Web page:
Exponential Decay Curve In Politics – Post January 8, 2018

Way back in March 2017, when this blog was barely a month old, I penned a post titled Experimental Decay Curve In Politics. That post was intended to show that the effectiveness of Donald Trump’s tweets was likely to follow an exponential decay curve. In May of 2019, I wrote an update of that post that showed the frequency of retweets of his posts, seemed as if it were following an exponential decay curve. In order to keep the same impact from his account, he had to post more tweets to counteract the lessened effectiveness of any individual tweet.

Even though I had tried to update my original post with new data, it is the older post that keeps getting read across the globe. Many of my “hits” on this blog go back to the first post. Well, as of January 8 2021, it will no longer be possible to measure the “effectiveness” of Trump’s tweets, since he has been banned from the platform. In some ways this is the logical conclusion of this administration, with its pledge to bypass the media and speak directly to his followers through his social media platform. After much deliberation, and perhaps the threat of removal of the safeguards of Section 230, Facebook, Instagram, and Twitter have all banned posts from Donald Trump as long as he remains in power. It has become clear that since the election, where he was effectively repudiated, his own posts had increasingly become reflections of the violent fringe of the internet rather than any sort of meaningful posting.

So there will not be another post discussing the further decay of the effectiveness of Donald Trump’s tweets. It is obvious that the ones that he had been posting were adequate to inflame the fires of passion of his most ardent supporters, and provided the fuel that energized the crowd that overwhelmed the outmatched security forces at the Capitol. I for one am hoping that the interim time till Joe Biden’s inauguration passes without further violence, either aimed at domestic enemies, or directed at foreign adversaries in misguided attempts to justify his own sense of power. Then I do hope that the much-maligned justice system in this nation does hold Donald Trump accountable for his actions of this week, and by extension, for his actions since he was inaugurated on that dark day in 2017.

Here again is the text of my original post.

Today’s topic concerns exponential decay curves. This is what happens when “something” declines over time. A classic exponential decay curve is shown here:

Exponential decay curves are often found in nature. The classic one that is taught in classrooms concerns radioactive decay. For a given radioactive isotope of an element, the half-life of the isotope determines the shape of its decay curve. A half-life is defined as the amount of time for 1/2 of the radioactive decay for an isotope to have occurred. This can vary among isotopes from fractions of a second, up to 4 billion years in the case of Uranium 238. Half-lives are very important when calculating the potential radiation exposure to a radioactive isotope. Isotopes like Cobalt 60 are powerful radiation sources that are used industrially to examine welds and metals for defects. They provide plentiful gamma rays since the half life of this isotope is only 5.3 years. That is why there is concern about the use of this isotope in a dirty bomb, since the radiation from an explosive dispersal of Cobalt 60 would cause significant exposure to high powered gamma radiation.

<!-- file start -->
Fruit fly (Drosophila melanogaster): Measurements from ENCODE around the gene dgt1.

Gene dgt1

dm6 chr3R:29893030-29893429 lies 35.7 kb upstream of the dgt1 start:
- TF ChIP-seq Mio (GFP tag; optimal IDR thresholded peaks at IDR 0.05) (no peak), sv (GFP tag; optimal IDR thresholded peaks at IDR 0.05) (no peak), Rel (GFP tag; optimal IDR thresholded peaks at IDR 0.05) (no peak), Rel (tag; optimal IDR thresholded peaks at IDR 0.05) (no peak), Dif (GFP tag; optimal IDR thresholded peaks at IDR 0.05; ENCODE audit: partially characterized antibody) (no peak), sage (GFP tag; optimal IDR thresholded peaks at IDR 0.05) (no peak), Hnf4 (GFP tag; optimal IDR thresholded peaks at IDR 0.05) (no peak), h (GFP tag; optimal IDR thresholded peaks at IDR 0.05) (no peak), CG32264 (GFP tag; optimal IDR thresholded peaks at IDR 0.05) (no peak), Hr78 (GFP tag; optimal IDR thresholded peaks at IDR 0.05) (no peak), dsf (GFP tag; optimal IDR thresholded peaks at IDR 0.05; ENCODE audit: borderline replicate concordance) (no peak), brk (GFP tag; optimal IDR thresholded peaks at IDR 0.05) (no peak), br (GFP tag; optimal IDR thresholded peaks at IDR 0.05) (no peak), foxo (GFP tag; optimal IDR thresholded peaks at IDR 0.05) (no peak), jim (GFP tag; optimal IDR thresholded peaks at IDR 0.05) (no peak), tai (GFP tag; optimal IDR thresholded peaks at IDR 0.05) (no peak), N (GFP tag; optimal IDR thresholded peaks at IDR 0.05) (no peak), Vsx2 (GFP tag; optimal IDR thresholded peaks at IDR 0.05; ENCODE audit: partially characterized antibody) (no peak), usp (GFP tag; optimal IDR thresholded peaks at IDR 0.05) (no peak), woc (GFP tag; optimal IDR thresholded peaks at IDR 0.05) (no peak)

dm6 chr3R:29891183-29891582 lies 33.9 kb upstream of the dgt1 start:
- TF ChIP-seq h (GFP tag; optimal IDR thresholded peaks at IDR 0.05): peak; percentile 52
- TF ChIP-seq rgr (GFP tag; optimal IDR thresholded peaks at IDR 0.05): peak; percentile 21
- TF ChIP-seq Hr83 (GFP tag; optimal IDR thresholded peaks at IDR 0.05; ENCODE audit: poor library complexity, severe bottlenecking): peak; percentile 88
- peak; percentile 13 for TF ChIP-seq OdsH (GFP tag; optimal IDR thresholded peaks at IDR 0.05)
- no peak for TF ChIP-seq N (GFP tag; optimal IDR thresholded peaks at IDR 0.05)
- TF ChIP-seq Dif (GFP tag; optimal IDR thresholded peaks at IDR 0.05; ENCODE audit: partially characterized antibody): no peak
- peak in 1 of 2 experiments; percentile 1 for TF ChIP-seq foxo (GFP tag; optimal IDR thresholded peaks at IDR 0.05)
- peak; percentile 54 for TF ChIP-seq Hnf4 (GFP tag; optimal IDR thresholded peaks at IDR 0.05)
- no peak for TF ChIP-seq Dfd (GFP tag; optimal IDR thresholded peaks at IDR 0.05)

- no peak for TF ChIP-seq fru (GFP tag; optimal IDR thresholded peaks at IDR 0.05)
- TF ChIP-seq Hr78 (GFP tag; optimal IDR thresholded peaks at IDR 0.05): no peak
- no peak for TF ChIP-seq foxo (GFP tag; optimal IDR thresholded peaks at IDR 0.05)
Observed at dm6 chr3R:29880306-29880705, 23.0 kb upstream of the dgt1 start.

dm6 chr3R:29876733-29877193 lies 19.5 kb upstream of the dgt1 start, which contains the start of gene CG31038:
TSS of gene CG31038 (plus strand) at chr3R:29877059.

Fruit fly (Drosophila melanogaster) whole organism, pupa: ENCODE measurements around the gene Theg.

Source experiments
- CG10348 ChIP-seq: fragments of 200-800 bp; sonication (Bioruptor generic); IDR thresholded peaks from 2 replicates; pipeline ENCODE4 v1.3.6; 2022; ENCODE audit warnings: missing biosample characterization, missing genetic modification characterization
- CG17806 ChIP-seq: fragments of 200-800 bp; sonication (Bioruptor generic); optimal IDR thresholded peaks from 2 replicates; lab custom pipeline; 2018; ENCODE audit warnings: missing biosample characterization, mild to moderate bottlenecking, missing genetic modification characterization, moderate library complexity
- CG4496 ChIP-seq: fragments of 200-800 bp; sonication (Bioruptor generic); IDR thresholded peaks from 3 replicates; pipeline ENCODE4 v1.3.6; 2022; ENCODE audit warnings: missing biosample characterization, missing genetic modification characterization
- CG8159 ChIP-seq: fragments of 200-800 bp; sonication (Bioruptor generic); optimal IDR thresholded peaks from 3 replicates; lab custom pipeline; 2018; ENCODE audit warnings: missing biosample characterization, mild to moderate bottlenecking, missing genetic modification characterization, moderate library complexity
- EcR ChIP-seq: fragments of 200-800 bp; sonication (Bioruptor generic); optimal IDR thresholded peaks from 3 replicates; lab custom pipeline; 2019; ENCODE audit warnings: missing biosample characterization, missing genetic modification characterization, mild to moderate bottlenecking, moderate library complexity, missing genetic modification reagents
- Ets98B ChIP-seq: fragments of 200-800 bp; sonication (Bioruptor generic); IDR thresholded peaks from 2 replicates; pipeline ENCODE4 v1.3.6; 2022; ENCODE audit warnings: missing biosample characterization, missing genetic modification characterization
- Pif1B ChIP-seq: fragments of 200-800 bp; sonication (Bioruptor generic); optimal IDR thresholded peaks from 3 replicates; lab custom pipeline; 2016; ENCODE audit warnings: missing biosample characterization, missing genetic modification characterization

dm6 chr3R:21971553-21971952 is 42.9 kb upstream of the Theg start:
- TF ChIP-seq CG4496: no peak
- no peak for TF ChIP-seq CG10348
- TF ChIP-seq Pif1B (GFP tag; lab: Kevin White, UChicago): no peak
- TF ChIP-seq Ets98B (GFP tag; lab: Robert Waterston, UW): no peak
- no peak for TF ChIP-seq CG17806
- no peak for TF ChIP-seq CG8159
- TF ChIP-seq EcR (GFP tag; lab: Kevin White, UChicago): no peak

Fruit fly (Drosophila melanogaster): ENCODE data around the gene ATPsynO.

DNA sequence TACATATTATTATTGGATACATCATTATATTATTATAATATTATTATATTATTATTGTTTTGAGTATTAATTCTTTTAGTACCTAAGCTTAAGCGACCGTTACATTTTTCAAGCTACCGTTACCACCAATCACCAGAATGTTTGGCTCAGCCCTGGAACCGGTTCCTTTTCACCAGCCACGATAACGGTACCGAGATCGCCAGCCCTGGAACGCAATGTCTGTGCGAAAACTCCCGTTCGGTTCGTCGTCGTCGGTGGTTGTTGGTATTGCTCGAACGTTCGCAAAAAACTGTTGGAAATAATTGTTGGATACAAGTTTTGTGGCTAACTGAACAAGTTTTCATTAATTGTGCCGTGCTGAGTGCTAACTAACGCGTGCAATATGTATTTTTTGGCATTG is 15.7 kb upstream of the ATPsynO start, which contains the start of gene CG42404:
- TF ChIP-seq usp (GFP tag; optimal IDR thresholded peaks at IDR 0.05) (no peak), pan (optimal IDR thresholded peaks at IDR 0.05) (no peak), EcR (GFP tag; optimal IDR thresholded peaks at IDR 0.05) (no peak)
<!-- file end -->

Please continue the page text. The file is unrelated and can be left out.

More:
Exponential decay curves may be found in other natural and also artificial systems. A new example of an artificial system that appears to be following an exponential decay curve is the Presidential tweet. The response to a Presidential tweet appears to be following a typical decay curve function. It is too early to get an accurate measurement of the half-life of tweet effectiveness, but a preliminary estimate is that the half-life of the response to a Presidential tweet is about two months.

Since this system of Presidential tweets is an artificial system (one not normally found in nature), it is uncertain as to what the response of the originator of the Presidential tweets will be to an ongoing decrease in tweet effectiveness. Most observers believe that the originator will greatly increase both the frequency and objects of tweets so as to continue to receive a total response to the tweets that approximates the effect of the first tweets.

However, it is nearly certain that since the effectiveness of any individual tweet will continue to decline, eventually the response to all Presidential tweeting may approach zero. There is a school of thought though, that maintains the belief that we may begin to see an inverse function develop for the tweet response. That is, instead of receiving a positive response to tweets, each subsequent tweet may result in a negative response. It is possible that the magnitude of the negative response may increase with additional tweets, so that Newton’s third law may be given a test in the political arena. For every action, there is an equal and opposite reaction. Observers of politics will be watching this process with rapt attention.

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